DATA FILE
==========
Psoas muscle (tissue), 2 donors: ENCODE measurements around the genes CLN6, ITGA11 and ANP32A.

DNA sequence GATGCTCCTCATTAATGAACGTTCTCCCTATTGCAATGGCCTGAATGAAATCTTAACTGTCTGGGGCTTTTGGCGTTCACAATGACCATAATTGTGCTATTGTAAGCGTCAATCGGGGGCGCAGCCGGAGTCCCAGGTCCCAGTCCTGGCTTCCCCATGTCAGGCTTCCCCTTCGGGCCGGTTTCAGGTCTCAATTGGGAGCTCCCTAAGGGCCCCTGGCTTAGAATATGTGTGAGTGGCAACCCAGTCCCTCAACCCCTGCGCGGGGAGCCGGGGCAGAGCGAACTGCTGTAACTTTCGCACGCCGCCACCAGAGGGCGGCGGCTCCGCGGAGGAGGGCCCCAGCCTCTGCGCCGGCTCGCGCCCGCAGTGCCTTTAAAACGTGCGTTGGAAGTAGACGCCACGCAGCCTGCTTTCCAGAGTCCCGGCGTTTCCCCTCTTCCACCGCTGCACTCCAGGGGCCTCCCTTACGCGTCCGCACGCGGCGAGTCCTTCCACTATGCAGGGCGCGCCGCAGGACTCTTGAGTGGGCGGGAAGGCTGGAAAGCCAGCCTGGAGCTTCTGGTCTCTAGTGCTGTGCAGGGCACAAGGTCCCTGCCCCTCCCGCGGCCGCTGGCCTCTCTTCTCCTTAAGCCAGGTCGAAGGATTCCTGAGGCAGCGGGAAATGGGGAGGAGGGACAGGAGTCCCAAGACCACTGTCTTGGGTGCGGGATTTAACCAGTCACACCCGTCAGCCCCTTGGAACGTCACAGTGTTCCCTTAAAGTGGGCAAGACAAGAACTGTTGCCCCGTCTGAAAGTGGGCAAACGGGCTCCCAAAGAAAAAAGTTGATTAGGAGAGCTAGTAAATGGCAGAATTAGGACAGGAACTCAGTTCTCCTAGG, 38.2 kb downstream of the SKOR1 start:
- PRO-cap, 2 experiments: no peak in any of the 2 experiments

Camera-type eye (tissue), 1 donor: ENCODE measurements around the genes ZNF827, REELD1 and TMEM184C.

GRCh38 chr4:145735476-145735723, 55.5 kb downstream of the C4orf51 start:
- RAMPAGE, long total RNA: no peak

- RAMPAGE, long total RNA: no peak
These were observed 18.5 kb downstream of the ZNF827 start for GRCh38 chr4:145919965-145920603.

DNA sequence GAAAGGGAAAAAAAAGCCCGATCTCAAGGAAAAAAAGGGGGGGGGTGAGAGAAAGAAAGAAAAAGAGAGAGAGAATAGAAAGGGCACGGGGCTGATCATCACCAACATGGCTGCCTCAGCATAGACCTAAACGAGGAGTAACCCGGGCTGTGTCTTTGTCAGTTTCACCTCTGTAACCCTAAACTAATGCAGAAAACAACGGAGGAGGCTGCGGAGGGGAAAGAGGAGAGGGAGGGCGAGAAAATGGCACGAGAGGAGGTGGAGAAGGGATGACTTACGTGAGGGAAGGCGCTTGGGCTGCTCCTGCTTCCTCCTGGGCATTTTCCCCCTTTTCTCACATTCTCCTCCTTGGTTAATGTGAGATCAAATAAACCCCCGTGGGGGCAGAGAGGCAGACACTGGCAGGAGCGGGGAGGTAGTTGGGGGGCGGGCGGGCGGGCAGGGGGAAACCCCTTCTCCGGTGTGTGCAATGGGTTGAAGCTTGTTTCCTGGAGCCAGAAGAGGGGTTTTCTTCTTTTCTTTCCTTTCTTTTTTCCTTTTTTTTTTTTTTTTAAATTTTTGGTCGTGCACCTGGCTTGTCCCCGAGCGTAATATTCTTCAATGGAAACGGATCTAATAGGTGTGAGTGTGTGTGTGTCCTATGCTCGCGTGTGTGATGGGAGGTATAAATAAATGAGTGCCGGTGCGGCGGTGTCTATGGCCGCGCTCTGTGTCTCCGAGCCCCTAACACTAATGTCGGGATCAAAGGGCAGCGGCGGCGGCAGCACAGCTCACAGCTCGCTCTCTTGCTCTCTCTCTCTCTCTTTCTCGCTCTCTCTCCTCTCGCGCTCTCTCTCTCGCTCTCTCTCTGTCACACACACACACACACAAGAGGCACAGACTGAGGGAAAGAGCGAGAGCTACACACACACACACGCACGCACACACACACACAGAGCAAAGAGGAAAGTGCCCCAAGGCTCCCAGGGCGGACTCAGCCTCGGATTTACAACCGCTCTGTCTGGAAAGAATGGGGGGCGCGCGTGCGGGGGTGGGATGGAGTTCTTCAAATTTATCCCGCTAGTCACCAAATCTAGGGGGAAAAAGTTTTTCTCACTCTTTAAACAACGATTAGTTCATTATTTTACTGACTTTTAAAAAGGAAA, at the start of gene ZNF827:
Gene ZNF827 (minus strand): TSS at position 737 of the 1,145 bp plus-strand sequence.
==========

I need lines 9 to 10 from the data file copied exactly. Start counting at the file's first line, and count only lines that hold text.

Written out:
DNA sequence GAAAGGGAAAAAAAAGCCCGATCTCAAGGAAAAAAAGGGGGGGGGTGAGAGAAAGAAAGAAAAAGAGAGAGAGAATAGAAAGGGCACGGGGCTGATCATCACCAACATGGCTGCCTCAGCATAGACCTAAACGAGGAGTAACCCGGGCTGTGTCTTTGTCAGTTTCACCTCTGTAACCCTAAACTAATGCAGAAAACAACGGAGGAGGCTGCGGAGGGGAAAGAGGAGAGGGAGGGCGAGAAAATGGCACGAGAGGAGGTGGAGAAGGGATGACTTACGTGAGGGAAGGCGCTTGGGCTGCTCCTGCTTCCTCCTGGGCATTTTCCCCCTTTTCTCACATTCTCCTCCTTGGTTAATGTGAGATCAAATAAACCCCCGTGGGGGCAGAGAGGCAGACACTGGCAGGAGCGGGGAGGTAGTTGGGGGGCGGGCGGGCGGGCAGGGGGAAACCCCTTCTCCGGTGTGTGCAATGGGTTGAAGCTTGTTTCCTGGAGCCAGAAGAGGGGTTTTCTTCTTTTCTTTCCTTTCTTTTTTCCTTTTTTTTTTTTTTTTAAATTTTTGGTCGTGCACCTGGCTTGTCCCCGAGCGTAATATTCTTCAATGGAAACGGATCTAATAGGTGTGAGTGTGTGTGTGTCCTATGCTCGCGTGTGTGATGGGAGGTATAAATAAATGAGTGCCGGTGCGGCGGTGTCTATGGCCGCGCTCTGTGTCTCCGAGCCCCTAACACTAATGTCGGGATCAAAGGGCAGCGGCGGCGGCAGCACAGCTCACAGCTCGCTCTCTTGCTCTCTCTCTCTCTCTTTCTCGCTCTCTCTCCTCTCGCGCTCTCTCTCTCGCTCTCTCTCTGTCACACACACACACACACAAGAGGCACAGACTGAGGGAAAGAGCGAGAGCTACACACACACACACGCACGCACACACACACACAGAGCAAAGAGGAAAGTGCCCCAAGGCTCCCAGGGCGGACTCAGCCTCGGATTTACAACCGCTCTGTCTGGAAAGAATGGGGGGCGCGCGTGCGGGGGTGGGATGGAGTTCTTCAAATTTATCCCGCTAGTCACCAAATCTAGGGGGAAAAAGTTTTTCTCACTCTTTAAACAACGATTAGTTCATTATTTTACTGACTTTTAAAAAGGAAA, at the start of gene ZNF827:
Gene ZNF827 (minus strand): TSS at position 737 of the 1,145 bp plus-strand sequence.